A strong support network is critical when dealing with an emotionally challenging situation. Surround yourself with friends and people who support and encourage you. It would be best if you had friends outside your work for socialising and reducing work stress.
Taking care of your physical and mental well-being is essential. You can try taking a leave from work to calm yourself down if possible. Apart from this, look for the activities that bring you joy and satisfaction. You can also try meditation and yoga. Also, do not forget to remind yourself that you are not the problem. You certainly cannot control your boss's behaviour, but you can work on your response to their behaviour.
You can also try to get a transfer to other departments of your organisation. This way, you will be able to escape your boss without leaving the company. Meet with colleagues and managers in other departments, think about where your skills might translate, and make a case for your transition.
You can also try consulting with HR. However, get acquainted about their reputation in supporting employee complaints before you approach, or it might bring additional trouble for you. If you get the vibe that the HR will positively support, then let them know about the issues you are having with your boss and what you have done to try to rectify the situation. They might have helped others like you and can offer you a solution you had not thought of.
Know when to leave
It would help if you accepted that quitting could be the best solution. Sometimes the signs clearly show that it is time to move on to the next job. If you do not want to go to work every morning, feel physically or mentally unsafe at work, spend more time thinking about your boss than your work, if stress from work takes upon your rest of the life, and you can see a drop in your self-esteem, it is time to go.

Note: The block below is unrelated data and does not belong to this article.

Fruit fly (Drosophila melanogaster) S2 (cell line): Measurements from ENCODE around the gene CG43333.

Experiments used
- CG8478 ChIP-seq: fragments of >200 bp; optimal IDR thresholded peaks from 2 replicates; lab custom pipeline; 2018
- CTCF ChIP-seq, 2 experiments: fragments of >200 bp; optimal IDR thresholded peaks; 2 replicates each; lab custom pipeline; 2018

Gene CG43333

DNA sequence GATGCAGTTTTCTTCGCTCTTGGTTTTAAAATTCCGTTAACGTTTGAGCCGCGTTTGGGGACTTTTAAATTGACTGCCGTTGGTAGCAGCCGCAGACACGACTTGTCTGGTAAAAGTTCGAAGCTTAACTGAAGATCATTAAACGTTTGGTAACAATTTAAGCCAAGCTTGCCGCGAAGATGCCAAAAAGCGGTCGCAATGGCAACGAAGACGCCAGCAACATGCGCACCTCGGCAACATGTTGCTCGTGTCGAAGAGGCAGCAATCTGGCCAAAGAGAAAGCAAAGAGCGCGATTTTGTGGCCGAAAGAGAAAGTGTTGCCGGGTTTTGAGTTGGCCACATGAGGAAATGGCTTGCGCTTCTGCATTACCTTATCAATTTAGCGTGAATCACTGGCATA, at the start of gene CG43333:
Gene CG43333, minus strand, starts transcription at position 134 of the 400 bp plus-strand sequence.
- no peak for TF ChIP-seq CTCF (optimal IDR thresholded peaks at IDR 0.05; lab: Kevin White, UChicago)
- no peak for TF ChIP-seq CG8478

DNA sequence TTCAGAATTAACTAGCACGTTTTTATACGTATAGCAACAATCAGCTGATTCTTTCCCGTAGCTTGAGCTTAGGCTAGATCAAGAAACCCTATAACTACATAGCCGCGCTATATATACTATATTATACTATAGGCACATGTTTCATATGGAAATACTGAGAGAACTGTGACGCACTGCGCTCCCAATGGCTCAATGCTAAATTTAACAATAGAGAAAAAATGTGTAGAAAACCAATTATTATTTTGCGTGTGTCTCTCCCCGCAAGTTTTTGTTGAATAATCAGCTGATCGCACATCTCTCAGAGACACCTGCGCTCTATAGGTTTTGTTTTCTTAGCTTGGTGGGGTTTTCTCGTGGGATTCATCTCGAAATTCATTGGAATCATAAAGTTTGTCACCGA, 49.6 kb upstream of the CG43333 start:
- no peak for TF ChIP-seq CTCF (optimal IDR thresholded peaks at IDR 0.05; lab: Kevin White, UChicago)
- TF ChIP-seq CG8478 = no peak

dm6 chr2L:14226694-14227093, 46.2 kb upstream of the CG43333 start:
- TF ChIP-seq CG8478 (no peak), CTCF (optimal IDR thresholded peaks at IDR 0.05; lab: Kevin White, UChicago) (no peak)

Once you decide to quit, it is crucial to do it as professionally and gracefully as possible. You might want to blaze everything with your anger, but this is not a good idea. Here are a few tips:
Start exploring new opportunities: There is no magic bullet here: you need to start the job search.
Give proper notice: The standard for most industries is one month in Bangladesh. Giving more time is always an option but try not to give less if you can help it. Write a proper resignation letter and tell your supervisor — in person — that you are leaving. Do not forget, letters of resignation often end up in employee files and might be used if your former boss is ever called for a reference. Make sure your letter is professionalCreating a transition timeline: You need to have a transition plan and have a clear idea about what you are going to do before you leave and stick to it. If you promise to finish projects, then finish them. Do not take works that you will not be able to finish within time.
Be prepared to go early: If your boss is genuinely toxic, he or she could dismiss you the minute you give notice. Make sure you have your personal belongings, contact information, important papers, commendations, etc. organised before you provide notice. Be sure to return all company property promptly and adequately. Get proper documentation stating that you have returned it. You certainly do not want someone to claim that you have stolen anything.
Do not bad mouth: Resist the urge to bad mouth your boss during potential job interviews or even after you land a new job. Hiring managers do not know you, and they do not know your boss. All they will notice is your complaining attitude, and this is not good at all.